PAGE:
Chapter 3 begins in the middle of the section which started at 1 Peter 2:13.  The Christian has been redeemed from sin, but he still lives within God’s created order.  Just as citizens should “be subject to every human institution,” (1 Peter 2:13) and servants to their masters (1 Peter 2:18), wives should “be subject” to their “own husbands” (1 Peter 3:1).  Even if some of them have unbelieving husbands, their feminine behavior will serve as a fitting witness to the Gospel (1 Peter 3:2).  This inward adorning ought to be the true source of beauty for the Christian woman, rather than extravagant outward adornment (1 Peter 3:3-6).

Likewise, rather than selfishly taking advantage of their helpmeets, husbands are to live with them “in an understanding way, showing honor to the woman as the weaker vessel…” (1 Peter 3:7).  In every house there are a variety of vessels—some for honorable use, some for dishonorable (2 Tim. 2:20).  Though women are physically weaker than men, Christian men are not to take advantage of that fact, but instead to treat wives with honor.

Peter urges his audience to submit to authorities even when it is difficult.  If emperors, governors, husbands, or masters are difficult, the Christian is to endure suffering just as the Lord Jesus did (1 Peter 3:14). We may be tempted to rush toward hard cases; before we even finish reading we may already be asking “what if…” and “what about…”  Perhaps there is some room for discussion on how to handle certain specifics of suffering unjustly under God-given authorities.  But in the end, we must confess, with the Holy Spirit that no matter what, “even if you should suffer for righteousness’ sake, you will be blessed” (1 Peter 3:14). All of this is for the sake of the Christian’s witness to the world.  His good conduct will put to shame false testimony against him, even if “only” on the last day (1 Peter 3:16; 1 Peter 2:12).  With Christ as Lord, the Christian can make a defense of his faith before the world (1 Peter 3:15).

Whether wives or husbands, servants or citizens, Christians should put away malice, deceit, and other fleshly motivations and vices (1 Peter 2:1).  Since the glory of man is doomed to perish (1 Peter 1:24), and since we have been born again to a living hope (1 Peter 1:3), we should live humbly and trust in the Lord in all matters.  This means Christian women ought not idolize physical beauty, and Christian men ought not abuse physical strength.  And Christian freedom does not mean earthly anarchy.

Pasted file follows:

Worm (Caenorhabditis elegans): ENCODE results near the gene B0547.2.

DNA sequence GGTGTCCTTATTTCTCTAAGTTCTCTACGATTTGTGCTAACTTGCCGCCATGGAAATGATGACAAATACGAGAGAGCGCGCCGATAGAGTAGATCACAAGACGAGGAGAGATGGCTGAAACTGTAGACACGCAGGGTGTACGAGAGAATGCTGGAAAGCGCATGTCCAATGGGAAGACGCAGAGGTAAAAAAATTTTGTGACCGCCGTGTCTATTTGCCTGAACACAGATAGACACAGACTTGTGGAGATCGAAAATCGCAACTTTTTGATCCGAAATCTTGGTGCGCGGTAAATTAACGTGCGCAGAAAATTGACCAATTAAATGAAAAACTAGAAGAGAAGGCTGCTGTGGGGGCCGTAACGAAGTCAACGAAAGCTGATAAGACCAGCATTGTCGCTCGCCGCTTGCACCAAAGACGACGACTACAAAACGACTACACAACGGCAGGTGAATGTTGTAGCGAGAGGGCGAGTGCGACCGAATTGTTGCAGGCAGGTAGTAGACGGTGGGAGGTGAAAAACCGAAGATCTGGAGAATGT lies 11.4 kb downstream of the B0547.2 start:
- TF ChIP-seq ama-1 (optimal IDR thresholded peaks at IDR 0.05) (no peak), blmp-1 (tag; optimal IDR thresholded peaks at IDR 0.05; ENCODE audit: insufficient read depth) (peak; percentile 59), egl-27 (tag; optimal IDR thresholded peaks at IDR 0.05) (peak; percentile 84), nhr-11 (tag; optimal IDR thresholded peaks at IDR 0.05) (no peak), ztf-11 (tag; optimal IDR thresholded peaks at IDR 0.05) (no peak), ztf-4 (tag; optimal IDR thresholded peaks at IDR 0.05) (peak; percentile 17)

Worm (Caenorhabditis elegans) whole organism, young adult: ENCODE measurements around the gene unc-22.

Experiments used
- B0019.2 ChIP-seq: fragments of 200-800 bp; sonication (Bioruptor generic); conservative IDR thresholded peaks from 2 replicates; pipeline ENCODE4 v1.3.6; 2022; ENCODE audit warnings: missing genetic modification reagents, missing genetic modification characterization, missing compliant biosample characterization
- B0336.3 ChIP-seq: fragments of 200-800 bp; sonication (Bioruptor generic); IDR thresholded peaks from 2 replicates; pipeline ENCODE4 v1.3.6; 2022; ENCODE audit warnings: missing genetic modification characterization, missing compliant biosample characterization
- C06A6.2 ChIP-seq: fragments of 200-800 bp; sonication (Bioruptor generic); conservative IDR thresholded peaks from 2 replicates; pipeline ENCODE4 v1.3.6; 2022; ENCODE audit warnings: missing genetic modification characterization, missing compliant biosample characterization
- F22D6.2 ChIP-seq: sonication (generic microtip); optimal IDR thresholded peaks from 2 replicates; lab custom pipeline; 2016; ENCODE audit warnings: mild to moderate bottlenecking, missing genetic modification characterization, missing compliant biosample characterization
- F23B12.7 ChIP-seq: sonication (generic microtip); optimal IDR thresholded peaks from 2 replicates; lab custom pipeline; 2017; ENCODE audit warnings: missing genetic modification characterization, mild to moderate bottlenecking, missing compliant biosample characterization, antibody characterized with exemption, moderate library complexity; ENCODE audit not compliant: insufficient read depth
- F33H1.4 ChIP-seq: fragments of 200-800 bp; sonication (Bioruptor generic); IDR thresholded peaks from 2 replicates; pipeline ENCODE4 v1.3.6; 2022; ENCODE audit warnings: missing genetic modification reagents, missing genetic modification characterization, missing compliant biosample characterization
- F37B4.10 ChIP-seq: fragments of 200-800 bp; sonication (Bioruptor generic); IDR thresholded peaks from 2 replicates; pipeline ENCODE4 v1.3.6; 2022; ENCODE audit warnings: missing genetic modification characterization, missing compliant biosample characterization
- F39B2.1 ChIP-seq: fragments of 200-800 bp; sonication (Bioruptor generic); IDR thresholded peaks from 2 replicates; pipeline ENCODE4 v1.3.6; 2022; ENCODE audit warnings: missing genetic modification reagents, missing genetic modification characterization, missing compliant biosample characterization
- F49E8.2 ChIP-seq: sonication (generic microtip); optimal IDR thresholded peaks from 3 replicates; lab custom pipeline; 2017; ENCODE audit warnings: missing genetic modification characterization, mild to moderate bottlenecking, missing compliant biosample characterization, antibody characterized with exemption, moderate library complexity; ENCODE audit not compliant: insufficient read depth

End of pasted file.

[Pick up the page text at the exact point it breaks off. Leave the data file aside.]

Just as Chapter 2 ended with Christ’s work, so does Chapter 3.  Jesus suffered in order to make us righteous.  Though God’s justice may seem distant, though we may have to suffer for doing good, nevertheless, God will intervene as he did in the days of Noah (1 Peter 3:20).  In the flood we have a foreshadowing of Baptism, which gives us a pure conscience before God and saves us (1 Peter 3:21).  Our Lord put his skin in the game by descending from heaven, becoming man, suffering for us, and dying.  But he has overcome all things and now sits in glory.  His victory is our victory.

Third Sunday in Lent: Luke 11:14-28

Christ casts out a demon as He had done many times before, yet the focus in this account is the reply of some of the crowd. Accusing Christ of utilizing demonic agency and demanding a sign from heaven, as if the sign performed in their sight didn’t count, they reveal the state of their heart. Truly in them is the prophecy of Isaiah fulfilled: “Seeing they do not see and hearing they do not hear” (Isaiah 6:9-10; Matthew 13:14-15).

King Ahaziah, laying sick upon his deathbed, sent messengers to ask Baal-zebub whether he would recover instead of seeking the Lord (2 Kings 1). Baal-zebub is described as the god of Ekron, one of the five principal Philistine cities (1 Samuel 5). The word “baal,” rendered in Luke as “beel,” simply means “lord” or “master.” It was frequently used among the Canaanites to describe their gods, and even some of the Israelites adopted the practice when they sought to worship the Lord and the Baals (Hosea 2:16-17). “Zebub” or “zebul” means “flies,” as in Isaiah 7:18 and Ecclesiastes 10:1. Whether this title was legitimate or an intentional corruption is hard to say. The accusation of the crowd is not that Jesus is using a particluar Philistine god to do His work, but rather that His power is not from heaven. Jesus Himself appears to identify Beelzebul with Satan, which is fitting, since the Scriptures frequently identify false gods with demons (Leviticus 17:7; Deuteronomy 32:17; Psalm 106:37; 1 Corinthians 10:20-21).

Jesus answers them according to their folly. Satan would not work against himself, since casting out demons meant an end of his authority and influence over a man. It would be tantamount to civil war. More than this, the Jews also practiced exorcism, as the sons of Sceva prove (Acts 19:11-20). If their sons were doing the same thing, why would they not accuse them of collaborating with Satan? Yet wisdom is justified by her children (Matthew 11:19; Luke 7:35).